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Oct
14
answered Is scrypt a hashing function, encryption, or PBKDF?
Oct
13
comment How does GCM (Galois/Counter Mode) work?
While I appreciate the effort - copying and pasting large portions of an RFC is not really appropriate as an answer - and is not helpful to the community. But then again, neither is asking a question which could be answered by simply reading the RFC.
Oct
13
comment How does GCM (Galois/Counter Mode) work?
I don't understand what you're asking... you understand the authentication part, but not the encryption? The encryption is based on counter mode (CTR). Directly from wikipedia: "As the name suggests, GCM mode combines the well-known counter mode of encryption with the new Galois mode of authentication".
Oct
13
comment How does GCM (Galois/Counter Mode) work?
Is the wikipedia page dedicated to this topic not adequate?
Oct
9
comment AES file encryption with PBKDF2. Safe parameters?
@CodesInChaos I'm pretty sure we're on the same page: perform as many iterations of PBKDF2 as tolerable requesting output equal to the native size of the underlying hash, and then a final single iteration requesting however many bytes are required.
Oct
9
comment AES file encryption with PBKDF2. Safe parameters?
@CodesInChaos - yup, hence 512 bits of output only for the final round (256 bits for every other round). I'm a big fan of HKDF too - but seeing as though PBKDF2 is required here anyway, it seems cleaner to me to use it for the final step.
Oct
9
comment what are the uses of tweaks in block ciphers?
Related: crypto.stackexchange.com/questions/6185/…
Oct
9
comment AES file encryption with PBKDF2. Safe parameters?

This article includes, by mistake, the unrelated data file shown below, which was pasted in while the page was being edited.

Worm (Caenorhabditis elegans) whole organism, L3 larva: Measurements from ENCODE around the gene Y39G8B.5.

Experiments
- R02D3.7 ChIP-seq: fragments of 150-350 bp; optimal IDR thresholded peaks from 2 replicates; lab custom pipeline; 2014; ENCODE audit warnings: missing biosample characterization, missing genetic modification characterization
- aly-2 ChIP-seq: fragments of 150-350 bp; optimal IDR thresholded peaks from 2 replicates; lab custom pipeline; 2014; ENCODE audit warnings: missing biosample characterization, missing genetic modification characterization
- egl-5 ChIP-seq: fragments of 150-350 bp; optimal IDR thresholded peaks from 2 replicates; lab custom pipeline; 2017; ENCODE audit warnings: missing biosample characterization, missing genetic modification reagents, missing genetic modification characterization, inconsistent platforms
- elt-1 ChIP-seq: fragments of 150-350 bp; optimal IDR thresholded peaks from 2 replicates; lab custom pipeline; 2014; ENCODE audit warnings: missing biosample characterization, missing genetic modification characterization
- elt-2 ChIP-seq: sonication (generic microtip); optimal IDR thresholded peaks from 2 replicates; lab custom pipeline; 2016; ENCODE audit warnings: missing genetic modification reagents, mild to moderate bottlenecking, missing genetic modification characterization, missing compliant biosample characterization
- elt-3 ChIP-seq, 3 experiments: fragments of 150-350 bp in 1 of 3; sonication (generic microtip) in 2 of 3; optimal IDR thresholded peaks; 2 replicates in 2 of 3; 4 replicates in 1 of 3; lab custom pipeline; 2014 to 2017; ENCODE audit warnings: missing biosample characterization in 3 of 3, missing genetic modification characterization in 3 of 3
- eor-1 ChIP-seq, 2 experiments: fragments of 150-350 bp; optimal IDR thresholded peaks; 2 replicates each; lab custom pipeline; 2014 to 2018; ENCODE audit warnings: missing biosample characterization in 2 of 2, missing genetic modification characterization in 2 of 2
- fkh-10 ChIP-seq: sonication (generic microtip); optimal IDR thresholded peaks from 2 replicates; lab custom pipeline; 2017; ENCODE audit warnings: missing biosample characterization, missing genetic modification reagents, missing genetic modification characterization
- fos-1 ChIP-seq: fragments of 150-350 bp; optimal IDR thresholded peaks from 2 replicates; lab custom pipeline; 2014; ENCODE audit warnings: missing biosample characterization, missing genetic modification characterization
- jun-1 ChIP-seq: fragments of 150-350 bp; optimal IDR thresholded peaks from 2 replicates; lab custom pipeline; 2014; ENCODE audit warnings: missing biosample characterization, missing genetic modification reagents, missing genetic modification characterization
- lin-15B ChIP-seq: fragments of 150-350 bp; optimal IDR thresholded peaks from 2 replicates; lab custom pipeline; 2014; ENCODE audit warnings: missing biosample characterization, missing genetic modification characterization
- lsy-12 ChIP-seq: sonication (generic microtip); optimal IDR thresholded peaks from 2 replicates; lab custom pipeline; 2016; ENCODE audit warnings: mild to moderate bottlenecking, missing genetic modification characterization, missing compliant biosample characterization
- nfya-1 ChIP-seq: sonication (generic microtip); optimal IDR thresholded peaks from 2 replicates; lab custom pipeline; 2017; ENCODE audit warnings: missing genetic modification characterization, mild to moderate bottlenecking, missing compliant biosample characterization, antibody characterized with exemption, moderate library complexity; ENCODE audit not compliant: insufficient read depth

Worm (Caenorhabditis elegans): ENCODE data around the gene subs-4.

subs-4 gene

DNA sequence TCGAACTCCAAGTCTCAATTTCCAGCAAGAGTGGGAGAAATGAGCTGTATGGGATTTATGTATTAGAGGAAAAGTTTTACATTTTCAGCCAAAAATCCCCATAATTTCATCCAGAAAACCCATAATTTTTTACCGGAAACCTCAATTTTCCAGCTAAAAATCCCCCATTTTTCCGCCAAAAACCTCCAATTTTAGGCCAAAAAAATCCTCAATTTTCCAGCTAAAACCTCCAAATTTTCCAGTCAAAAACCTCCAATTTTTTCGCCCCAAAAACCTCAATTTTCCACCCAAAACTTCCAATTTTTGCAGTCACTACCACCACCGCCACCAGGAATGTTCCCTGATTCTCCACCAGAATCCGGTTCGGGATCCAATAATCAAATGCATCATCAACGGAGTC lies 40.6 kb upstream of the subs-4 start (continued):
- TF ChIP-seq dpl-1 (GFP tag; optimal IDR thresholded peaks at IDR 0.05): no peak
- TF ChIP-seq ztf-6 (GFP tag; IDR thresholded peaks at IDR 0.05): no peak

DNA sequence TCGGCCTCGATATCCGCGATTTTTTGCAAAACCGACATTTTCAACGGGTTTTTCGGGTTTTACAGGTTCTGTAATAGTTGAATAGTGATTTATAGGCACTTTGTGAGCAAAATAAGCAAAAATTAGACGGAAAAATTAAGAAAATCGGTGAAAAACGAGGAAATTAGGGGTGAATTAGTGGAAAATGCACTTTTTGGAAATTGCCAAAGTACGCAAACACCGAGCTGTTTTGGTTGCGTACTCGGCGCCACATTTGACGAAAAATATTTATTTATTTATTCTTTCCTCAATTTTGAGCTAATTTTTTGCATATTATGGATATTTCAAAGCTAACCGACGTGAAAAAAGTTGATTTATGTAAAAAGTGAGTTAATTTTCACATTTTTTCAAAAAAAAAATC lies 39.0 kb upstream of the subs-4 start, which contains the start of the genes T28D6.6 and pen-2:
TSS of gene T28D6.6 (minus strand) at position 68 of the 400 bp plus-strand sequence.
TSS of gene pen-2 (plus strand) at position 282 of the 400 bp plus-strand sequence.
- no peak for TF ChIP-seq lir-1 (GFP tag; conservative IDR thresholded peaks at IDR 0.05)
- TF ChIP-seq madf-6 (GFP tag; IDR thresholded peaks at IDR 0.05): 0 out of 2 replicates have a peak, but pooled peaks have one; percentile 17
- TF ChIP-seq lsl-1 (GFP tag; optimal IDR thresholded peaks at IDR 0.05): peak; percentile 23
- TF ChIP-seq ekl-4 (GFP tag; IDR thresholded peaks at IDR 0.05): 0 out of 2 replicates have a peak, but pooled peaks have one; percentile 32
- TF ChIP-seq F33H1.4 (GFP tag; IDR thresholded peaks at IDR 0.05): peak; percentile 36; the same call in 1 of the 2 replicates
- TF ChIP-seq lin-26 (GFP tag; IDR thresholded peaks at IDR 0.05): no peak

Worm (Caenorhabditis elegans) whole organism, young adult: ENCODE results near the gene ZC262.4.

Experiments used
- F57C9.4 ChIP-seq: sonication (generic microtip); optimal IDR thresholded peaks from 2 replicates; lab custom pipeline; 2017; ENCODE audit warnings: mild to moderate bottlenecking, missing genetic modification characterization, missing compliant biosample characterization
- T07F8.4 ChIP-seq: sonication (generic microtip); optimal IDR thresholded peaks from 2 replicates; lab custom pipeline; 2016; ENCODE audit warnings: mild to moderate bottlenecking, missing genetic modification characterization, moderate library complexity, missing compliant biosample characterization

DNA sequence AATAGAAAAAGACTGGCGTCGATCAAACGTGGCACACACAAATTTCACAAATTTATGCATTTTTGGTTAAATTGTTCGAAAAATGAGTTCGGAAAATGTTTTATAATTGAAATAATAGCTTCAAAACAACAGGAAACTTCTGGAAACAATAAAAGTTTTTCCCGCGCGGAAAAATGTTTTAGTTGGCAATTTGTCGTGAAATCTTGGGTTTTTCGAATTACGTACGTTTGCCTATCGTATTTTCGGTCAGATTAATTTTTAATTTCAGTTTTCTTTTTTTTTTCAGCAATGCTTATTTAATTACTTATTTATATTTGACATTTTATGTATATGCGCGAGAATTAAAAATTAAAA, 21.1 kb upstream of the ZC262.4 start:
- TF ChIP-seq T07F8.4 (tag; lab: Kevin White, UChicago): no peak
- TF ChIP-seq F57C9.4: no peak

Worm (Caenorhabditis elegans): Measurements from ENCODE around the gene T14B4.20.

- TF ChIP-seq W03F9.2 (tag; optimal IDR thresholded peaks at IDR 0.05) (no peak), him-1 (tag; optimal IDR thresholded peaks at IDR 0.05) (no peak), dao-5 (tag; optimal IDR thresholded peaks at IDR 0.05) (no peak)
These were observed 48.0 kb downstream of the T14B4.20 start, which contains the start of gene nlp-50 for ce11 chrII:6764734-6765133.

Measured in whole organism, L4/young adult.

"HMAC-SHA256 with the content's encryption key" - naughty. Never use the same key for two different crypto primitives. Upon completion of your PBKDF2 rounds, perform a final round, but ask for 512 bits of output. Use the first 256 bits for the encryption key, and the rest for the HMAC key. More info here. As mentioned, if it's available, authenticated encryption such as CCM, EAX, GCM or OCB is also a good option.
Oct
2
comment NIST temporarily closed — will that have a negative impact on the future of cryptography?
i.imgur.com/LO4yypb.png
Sep
28
awarded  Popular Question
Sep
23
comment What is the security loss from reducing Rijndael to 128 bits block size from 256 bits?
crypto.stackexchange.com/questions/6016/…
Sep
21
comment With a true random number generator at hand, how to implement one-time pad?
It's explained in more detail than you could possibly hope for in wikipedia.
Sep
20
comment Why is AES considered to be secure?
Given the recent NSA scandal - I think that last point is more pertinent than ever.
Sep
20
comment Can I use SHA1 as license key?
@user8534 - I wouldn't go so far as to say it's impossible, but if you use a 2048+ bit key, it's a pretty safe bet.
Sep
20
answered Can I use SHA1 as license key?
Sep
15
comment bcrypt and pbkdf2 double hashing
@ytti - Perhaps bcrypt and scrypt aren't that common (scrypt less so), but pbkdf2 is very widely used - it's even been standardized.
Sep
12
comment Combining multiple symmetric encryption algorithms - implications?
There's some excellent discussion of this topic here
Sep
12
revised Can I dynamically calculate an appropriate number of iterations for PBKDF2 based on the system time, rather than using a fixed value?
added 103 characters in body
Sep
12
answered Can I dynamically calculate an appropriate number of iterations for PBKDF2 based on the system time, rather than using a fixed value?
Sep
6
comment Is javascript RSA signing safe?
The point that @CodesInChaos is making is that the javascript source code itself (and not just the user data) needs to be downloaded by the client over HTTPS, otherwise it can be modified in transit to behave in a malicious way. Read this before proceeding.